Wake Forest has a bad offense, full stop. The unit has managed to score nineteen touchdowns, only five on the ground. The depth chart is littered with freshman and sophomores and the offense, while showing flashes of potential, is at least a year away. At least four of the offensive line starters will be underclassmen, as is every running back and wide receiver of note. Tight end Cam Serigne is a matchup problem being wasted in one of the worst passing offenses in the ACC.
Wake Forest knows who they are on offense, running the ball more than average on passing and standard downs. The running game is built around inside zone, power, counter and the occasional sweep play. Quarterback John Wolford is an extremely limited passer, but he’s a threat on the ground, leading the team with 593 pre-sack yards. At running back, the Deacons rotate between Matt Colburn and Cade Carney, both of whom are capable of breaking off a long run.
The Demon Deacons struggle to keep teams out of the backfield while rushing the ball, with their stuff rate coming in at 101st. The offensive line also struggles to pick up linebackers at the second level, such as on this counter run.
Wake prefers to align either in 11 personnel or 12 personnel, using second tight end Devin Pike (six receptions) as a blocking back. One tight end will almost always be off the line of scrimmage. Inside zone serves as the primary run with the occasional zone read called as a change of pace. Wolford is agile and quick enough to make something out of nothing on keepers.
Occasionally a slot receiver will be motioned into the backfield to give a true triple option look.
Wake Forest tends to have more success running the ball inside, however they do carry a buck sweep.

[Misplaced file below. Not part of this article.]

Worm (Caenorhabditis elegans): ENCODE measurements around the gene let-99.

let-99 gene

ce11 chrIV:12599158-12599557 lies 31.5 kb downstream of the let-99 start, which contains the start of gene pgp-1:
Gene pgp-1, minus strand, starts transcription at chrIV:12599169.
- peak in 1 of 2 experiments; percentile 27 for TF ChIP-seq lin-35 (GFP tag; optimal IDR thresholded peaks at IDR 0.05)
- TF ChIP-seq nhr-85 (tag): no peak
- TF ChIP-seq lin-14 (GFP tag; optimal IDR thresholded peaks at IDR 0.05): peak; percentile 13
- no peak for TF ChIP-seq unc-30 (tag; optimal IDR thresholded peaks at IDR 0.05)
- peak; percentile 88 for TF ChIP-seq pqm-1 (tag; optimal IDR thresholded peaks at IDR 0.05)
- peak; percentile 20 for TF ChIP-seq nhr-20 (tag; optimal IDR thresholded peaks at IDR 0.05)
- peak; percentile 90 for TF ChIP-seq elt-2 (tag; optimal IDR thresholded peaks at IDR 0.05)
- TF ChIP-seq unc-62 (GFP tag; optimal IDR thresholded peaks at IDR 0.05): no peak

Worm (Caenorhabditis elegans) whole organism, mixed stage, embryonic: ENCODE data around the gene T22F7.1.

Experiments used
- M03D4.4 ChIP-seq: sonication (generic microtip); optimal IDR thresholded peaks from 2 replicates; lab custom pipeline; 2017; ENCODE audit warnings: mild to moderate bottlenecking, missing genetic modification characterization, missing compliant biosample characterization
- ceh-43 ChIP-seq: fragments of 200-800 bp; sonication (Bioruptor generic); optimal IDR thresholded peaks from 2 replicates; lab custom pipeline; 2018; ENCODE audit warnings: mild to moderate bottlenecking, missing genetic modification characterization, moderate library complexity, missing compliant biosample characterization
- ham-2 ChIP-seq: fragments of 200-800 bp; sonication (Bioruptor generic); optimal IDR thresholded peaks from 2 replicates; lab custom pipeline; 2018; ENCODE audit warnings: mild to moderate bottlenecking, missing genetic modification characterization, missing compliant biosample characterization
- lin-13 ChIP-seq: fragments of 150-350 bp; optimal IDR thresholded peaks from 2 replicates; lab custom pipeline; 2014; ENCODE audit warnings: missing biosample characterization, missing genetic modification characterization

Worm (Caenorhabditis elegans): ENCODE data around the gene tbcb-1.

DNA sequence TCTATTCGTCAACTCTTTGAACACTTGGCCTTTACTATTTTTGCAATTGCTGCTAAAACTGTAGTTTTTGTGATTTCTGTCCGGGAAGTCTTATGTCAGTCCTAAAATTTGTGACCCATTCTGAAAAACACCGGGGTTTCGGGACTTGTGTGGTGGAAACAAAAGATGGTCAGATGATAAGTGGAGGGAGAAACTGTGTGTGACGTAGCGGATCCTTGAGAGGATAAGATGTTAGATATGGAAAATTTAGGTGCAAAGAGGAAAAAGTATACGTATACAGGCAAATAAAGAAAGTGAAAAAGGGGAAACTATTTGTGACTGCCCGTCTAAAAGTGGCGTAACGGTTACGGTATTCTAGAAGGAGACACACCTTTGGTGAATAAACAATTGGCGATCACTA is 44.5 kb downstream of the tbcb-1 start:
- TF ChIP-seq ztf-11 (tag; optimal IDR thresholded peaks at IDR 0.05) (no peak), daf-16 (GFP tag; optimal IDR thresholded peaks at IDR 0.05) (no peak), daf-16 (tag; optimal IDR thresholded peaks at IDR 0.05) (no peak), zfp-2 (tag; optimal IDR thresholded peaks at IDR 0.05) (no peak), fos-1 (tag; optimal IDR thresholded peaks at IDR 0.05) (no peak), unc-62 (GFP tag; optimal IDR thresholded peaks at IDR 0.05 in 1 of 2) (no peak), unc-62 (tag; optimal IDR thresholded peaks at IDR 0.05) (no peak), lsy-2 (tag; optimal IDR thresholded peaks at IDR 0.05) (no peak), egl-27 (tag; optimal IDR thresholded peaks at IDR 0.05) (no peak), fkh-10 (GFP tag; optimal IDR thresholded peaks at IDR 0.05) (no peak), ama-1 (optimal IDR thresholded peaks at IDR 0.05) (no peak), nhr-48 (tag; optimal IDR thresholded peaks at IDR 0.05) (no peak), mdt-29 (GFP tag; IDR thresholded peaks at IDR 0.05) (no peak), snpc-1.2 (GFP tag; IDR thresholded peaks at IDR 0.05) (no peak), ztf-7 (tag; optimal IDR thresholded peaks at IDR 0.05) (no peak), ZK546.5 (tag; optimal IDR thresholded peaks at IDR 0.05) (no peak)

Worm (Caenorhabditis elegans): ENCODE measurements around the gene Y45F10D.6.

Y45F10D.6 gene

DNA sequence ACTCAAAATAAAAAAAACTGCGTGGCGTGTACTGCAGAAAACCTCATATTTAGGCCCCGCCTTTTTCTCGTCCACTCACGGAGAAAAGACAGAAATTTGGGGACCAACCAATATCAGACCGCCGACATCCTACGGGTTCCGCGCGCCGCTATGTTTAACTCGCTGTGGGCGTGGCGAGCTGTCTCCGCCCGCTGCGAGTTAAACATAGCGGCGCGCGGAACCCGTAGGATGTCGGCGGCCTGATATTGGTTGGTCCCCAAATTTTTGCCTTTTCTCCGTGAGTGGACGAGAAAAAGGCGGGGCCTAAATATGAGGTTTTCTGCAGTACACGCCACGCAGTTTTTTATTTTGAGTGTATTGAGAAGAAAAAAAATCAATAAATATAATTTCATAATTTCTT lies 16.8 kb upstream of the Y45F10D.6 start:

After inside zone Wake’s preferred scheme is power, here paired with a run/pass option to the lone WR on a hitch route.
And here they run power for Wolford with an attached bubble screen.
Most of Wake’s quick passing game consists of bubble screens or hitches attached to the running game, especially if it’s a called QB run.
Wolford is not an accurate or quick enough passes to often be of a threat on these plays however, and they rarely account for positive yardage through the air. Other than this Wake will throw a handful of basic quick passes a game, typically to keep defenses from loading up the box.
The other main component of the Demon Deacon’s passing game consists of deep passes downfield. While not particularly accurate (56.7 percent completion rate) or careful (seven interceptions) Wolford is capable of throwing the ball very far. There’s a reason why the top three receivers in this offense average ten or more yards per catch.
Wake Forest does a fantastic job making play action passes look like runs for long enough to mess with defensive reads, as they do faking power on this pass.
When Wake is forced to throw a drop back pass the passing game will show the same vertical focus. However, this is a team that has won both games it attempted single digit passes and lost all three games they’ve thrown more than 30. If the Deacons have to pass things are grim. Wolford does at least add something as a scrambling threat.
The drawback of relying on deep, slow developing passes with a sub-par offensive line is your quarterback will be hit quite a bit. One in ten Wake Forest passing attempts this year has ended in a sack. This is a team with an inconsistent and occasionally explosive rushing game, and a passing game that is less efficient and less explosive. The Demon Deacons offensive line should struggle up front all game, and play action passes require the threat of the run. If this team goes behind early, and their defense is extremely underrated, this is not an offense that is built to get them back into the game. Clemson should be able to match up with their skill players outside and make this a long night.